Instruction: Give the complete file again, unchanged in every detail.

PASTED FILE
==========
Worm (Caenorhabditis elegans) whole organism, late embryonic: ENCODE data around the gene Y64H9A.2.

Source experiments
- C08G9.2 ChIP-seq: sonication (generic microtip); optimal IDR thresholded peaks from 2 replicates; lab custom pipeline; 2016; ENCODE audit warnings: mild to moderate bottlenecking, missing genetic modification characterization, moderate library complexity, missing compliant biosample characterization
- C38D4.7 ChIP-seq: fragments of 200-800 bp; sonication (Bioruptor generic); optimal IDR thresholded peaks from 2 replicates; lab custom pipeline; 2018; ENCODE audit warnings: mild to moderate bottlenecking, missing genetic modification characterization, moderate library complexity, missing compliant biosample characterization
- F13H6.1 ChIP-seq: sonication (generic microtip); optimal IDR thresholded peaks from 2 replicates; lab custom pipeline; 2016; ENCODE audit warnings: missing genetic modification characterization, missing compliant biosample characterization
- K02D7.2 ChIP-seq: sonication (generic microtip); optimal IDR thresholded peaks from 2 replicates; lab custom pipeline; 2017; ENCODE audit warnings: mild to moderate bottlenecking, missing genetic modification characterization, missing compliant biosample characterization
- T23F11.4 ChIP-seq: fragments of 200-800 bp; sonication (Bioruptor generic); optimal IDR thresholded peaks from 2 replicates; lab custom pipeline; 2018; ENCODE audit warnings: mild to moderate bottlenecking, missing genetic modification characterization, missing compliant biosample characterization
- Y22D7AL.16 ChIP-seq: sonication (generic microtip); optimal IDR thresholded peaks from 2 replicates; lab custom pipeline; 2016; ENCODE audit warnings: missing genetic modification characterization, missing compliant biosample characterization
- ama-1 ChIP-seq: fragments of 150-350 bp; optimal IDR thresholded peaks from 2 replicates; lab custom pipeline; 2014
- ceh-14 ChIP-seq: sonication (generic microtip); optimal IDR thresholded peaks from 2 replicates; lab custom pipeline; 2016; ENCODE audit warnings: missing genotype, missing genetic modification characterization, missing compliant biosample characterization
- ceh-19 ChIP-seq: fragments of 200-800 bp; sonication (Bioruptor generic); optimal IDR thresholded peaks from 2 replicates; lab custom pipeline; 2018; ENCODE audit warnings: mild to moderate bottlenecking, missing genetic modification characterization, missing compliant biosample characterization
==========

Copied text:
Worm (Caenorhabditis elegans) whole organism, late embryonic: ENCODE data around the gene Y64H9A.2.

Source experiments
- C08G9.2 ChIP-seq: sonication (generic microtip); optimal IDR thresholded peaks from 2 replicates; lab custom pipeline; 2016; ENCODE audit warnings: mild to moderate bottlenecking, missing genetic modification characterization, moderate library complexity, missing compliant biosample characterization
- C38D4.7 ChIP-seq: fragments of 200-800 bp; sonication (Bioruptor generic); optimal IDR thresholded peaks from 2 replicates; lab custom pipeline; 2018; ENCODE audit warnings: mild to moderate bottlenecking, missing genetic modification characterization, moderate library complexity, missing compliant biosample characterization
- F13H6.1 ChIP-seq: sonication (generic microtip); optimal IDR thresholded peaks from 2 replicates; lab custom pipeline; 2016; ENCODE audit warnings: missing genetic modification characterization, missing compliant biosample characterization
- K02D7.2 ChIP-seq: sonication (generic microtip); optimal IDR thresholded peaks from 2 replicates; lab custom pipeline; 2017; ENCODE audit warnings: mild to moderate bottlenecking, missing genetic modification characterization, missing compliant biosample characterization
- T23F11.4 ChIP-seq: fragments of 200-800 bp; sonication (Bioruptor generic); optimal IDR thresholded peaks from 2 replicates; lab custom pipeline; 2018; ENCODE audit warnings: mild to moderate bottlenecking, missing genetic modification characterization, missing compliant biosample characterization
- Y22D7AL.16 ChIP-seq: sonication (generic microtip); optimal IDR thresholded peaks from 2 replicates; lab custom pipeline; 2016; ENCODE audit warnings: missing genetic modification characterization, missing compliant biosample characterization
- ama-1 ChIP-seq: fragments of 150-350 bp; optimal IDR thresholded peaks from 2 replicates; lab custom pipeline; 2014
- ceh-14 ChIP-seq: sonication (generic microtip); optimal IDR thresholded peaks from 2 replicates; lab custom pipeline; 2016; ENCODE audit warnings: missing genotype, missing genetic modification characterization, missing compliant biosample characterization
- ceh-19 ChIP-seq: fragments of 200-800 bp; sonication (Bioruptor generic); optimal IDR thresholded peaks from 2 replicates; lab custom pipeline; 2018; ENCODE audit warnings: mild to moderate bottlenecking, missing genetic modification characterization, missing compliant biosample characterization